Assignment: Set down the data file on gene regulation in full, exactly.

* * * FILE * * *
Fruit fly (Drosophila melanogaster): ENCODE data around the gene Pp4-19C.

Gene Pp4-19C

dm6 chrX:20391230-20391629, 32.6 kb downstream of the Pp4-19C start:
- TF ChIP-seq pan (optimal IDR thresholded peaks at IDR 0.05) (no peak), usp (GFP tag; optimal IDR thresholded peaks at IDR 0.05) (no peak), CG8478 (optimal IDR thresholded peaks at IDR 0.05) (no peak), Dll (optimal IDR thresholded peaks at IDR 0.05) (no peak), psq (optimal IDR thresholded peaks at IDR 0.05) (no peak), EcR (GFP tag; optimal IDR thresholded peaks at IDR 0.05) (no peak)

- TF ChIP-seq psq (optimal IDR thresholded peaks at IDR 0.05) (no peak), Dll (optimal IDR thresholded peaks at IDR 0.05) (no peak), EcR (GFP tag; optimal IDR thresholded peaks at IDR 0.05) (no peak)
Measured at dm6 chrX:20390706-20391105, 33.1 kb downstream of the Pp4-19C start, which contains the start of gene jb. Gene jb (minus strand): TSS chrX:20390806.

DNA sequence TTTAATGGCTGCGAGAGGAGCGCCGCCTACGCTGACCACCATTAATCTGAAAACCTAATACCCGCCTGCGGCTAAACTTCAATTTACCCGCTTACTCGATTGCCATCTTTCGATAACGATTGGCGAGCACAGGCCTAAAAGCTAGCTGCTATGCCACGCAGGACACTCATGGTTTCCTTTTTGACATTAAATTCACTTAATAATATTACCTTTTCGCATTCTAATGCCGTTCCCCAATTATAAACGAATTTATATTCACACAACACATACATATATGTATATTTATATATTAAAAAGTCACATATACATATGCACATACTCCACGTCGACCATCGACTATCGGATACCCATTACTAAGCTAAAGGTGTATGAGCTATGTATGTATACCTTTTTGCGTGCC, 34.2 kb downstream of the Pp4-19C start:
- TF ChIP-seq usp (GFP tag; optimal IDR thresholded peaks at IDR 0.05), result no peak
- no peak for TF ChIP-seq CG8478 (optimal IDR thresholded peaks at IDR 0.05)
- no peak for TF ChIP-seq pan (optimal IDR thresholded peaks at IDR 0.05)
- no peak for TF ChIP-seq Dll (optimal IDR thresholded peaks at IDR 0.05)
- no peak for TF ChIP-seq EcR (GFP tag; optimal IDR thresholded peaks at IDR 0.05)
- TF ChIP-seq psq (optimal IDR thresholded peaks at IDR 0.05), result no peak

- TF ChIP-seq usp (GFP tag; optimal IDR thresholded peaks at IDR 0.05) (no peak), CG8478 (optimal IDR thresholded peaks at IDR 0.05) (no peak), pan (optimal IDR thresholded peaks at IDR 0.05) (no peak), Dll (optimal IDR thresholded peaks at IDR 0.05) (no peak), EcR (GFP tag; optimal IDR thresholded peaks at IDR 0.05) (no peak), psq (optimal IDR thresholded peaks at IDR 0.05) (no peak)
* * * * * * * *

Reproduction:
Fruit fly (Drosophila melanogaster): ENCODE data around the gene Pp4-19C.

Gene Pp4-19C

dm6 chrX:20391230-20391629, 32.6 kb downstream of the Pp4-19C start:
- TF ChIP-seq pan (optimal IDR thresholded peaks at IDR 0.05) (no peak), usp (GFP tag; optimal IDR thresholded peaks at IDR 0.05) (no peak), CG8478 (optimal IDR thresholded peaks at IDR 0.05) (no peak), Dll (optimal IDR thresholded peaks at IDR 0.05) (no peak), psq (optimal IDR thresholded peaks at IDR 0.05) (no peak), EcR (GFP tag; optimal IDR thresholded peaks at IDR 0.05) (no peak)

- TF ChIP-seq psq (optimal IDR thresholded peaks at IDR 0.05) (no peak), Dll (optimal IDR thresholded peaks at IDR 0.05) (no peak), EcR (GFP tag; optimal IDR thresholded peaks at IDR 0.05) (no peak)
Measured at dm6 chrX:20390706-20391105, 33.1 kb downstream of the Pp4-19C start, which contains the start of gene jb. Gene jb (minus strand): TSS chrX:20390806.

DNA sequence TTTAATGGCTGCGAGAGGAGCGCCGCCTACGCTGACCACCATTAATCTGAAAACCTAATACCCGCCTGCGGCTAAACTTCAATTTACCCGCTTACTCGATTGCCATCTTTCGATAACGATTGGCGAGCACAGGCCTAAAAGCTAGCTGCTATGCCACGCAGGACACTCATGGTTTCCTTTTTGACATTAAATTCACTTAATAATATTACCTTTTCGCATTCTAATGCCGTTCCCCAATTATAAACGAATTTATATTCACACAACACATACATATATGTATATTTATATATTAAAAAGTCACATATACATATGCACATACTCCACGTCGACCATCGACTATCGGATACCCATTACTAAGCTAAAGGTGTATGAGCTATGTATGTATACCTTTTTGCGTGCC, 34.2 kb downstream of the Pp4-19C start:
- TF ChIP-seq usp (GFP tag; optimal IDR thresholded peaks at IDR 0.05), result no peak
- no peak for TF ChIP-seq CG8478 (optimal IDR thresholded peaks at IDR 0.05)
- no peak for TF ChIP-seq pan (optimal IDR thresholded peaks at IDR 0.05)
- no peak for TF ChIP-seq Dll (optimal IDR thresholded peaks at IDR 0.05)
- no peak for TF ChIP-seq EcR (GFP tag; optimal IDR thresholded peaks at IDR 0.05)
- TF ChIP-seq psq (optimal IDR thresholded peaks at IDR 0.05), result no peak

- TF ChIP-seq usp (GFP tag; optimal IDR thresholded peaks at IDR 0.05) (no peak), CG8478 (optimal IDR thresholded peaks at IDR 0.05) (no peak), pan (optimal IDR thresholded peaks at IDR 0.05) (no peak), Dll (optimal IDR thresholded peaks at IDR 0.05) (no peak), EcR (GFP tag; optimal IDR thresholded peaks at IDR 0.05) (no peak), psq (optimal IDR thresholded peaks at IDR 0.05) (no peak)